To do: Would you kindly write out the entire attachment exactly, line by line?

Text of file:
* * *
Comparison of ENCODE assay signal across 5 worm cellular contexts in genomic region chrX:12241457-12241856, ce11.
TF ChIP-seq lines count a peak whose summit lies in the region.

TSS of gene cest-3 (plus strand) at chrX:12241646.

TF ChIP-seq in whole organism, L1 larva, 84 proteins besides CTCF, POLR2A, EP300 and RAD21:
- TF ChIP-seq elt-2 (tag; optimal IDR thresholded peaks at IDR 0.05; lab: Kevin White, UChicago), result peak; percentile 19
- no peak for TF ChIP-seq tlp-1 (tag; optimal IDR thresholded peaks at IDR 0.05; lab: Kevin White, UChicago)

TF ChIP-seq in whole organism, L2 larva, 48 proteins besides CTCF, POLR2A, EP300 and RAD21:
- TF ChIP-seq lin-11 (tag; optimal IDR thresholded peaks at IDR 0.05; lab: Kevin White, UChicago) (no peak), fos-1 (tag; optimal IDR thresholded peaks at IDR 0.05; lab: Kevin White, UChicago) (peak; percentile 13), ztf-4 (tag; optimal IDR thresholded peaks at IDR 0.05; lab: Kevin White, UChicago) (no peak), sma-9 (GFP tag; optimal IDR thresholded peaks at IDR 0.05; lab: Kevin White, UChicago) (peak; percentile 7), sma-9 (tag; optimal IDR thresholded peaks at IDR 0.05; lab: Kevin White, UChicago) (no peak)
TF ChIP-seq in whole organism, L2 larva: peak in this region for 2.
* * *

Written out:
Comparison of ENCODE assay signal across 5 worm cellular contexts in genomic region chrX:12241457-12241856, ce11.
TF ChIP-seq lines count a peak whose summit lies in the region.

TSS of gene cest-3 (plus strand) at chrX:12241646.

TF ChIP-seq in whole organism, L1 larva, 84 proteins besides CTCF, POLR2A, EP300 and RAD21:
- TF ChIP-seq elt-2 (tag; optimal IDR thresholded peaks at IDR 0.05; lab: Kevin White, UChicago), result peak; percentile 19
- no peak for TF ChIP-seq tlp-1 (tag; optimal IDR thresholded peaks at IDR 0.05; lab: Kevin White, UChicago)

TF ChIP-seq in whole organism, L2 larva, 48 proteins besides CTCF, POLR2A, EP300 and RAD21:
- TF ChIP-seq lin-11 (tag; optimal IDR thresholded peaks at IDR 0.05; lab: Kevin White, UChicago) (no peak), fos-1 (tag; optimal IDR thresholded peaks at IDR 0.05; lab: Kevin White, UChicago) (peak; percentile 13), ztf-4 (tag; optimal IDR thresholded peaks at IDR 0.05; lab: Kevin White, UChicago) (no peak), sma-9 (GFP tag; optimal IDR thresholded peaks at IDR 0.05; lab: Kevin White, UChicago) (peak; percentile 7), sma-9 (tag; optimal IDR thresholded peaks at IDR 0.05; lab: Kevin White, UChicago) (no peak)
TF ChIP-seq in whole organism, L2 larva: peak in this region for 2.